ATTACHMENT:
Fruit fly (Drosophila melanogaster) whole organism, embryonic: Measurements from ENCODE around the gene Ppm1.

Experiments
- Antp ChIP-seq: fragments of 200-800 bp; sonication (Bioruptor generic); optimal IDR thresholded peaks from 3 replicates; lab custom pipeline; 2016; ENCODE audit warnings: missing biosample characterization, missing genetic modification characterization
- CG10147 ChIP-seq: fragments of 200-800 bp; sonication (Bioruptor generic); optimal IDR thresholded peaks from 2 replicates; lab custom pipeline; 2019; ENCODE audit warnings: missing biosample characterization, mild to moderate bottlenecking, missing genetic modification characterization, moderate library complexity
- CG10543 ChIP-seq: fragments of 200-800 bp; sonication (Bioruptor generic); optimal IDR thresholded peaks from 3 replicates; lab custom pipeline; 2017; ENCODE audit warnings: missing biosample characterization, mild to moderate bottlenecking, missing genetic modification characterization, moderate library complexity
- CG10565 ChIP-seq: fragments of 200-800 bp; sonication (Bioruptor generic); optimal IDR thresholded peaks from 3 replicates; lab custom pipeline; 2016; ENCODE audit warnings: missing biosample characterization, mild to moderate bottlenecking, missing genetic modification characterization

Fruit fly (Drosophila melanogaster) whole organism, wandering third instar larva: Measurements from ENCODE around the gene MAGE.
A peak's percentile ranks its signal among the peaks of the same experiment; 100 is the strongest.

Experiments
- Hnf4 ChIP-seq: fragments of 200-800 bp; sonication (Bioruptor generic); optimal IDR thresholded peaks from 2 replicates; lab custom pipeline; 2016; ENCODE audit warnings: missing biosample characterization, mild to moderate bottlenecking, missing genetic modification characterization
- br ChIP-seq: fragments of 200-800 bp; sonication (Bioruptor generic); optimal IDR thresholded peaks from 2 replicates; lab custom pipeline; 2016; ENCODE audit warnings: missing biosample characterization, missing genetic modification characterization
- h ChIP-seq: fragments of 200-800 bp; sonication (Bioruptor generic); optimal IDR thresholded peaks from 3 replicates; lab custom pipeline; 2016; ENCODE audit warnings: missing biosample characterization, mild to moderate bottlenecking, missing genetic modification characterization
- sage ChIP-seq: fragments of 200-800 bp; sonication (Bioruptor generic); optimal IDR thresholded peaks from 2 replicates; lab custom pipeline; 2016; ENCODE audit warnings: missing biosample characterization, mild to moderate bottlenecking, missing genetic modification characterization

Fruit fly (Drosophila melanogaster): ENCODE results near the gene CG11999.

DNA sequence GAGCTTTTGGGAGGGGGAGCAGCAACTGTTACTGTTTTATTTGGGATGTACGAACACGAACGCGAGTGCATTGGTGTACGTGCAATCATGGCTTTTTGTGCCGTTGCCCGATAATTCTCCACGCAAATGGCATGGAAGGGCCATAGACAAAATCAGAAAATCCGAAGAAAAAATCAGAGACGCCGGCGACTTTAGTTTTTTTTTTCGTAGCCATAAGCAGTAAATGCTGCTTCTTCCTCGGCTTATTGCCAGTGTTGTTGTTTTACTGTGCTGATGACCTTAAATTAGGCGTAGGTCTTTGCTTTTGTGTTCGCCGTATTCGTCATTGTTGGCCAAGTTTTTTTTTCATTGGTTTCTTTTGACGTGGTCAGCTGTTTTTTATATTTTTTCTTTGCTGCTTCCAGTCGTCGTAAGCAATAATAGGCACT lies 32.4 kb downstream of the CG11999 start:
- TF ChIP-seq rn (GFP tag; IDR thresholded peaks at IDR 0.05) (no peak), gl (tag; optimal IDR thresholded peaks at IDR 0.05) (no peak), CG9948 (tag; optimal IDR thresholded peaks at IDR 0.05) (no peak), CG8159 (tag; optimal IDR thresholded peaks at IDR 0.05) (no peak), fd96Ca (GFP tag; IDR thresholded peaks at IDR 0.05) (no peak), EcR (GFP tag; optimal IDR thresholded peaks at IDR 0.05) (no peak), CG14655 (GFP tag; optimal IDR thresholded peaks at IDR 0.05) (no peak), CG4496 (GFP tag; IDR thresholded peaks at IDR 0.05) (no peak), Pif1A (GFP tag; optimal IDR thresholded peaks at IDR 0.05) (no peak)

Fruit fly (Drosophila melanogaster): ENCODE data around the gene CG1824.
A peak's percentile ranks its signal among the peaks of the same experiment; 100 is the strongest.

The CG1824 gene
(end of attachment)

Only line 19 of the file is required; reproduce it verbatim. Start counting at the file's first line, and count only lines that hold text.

The CG1824 gene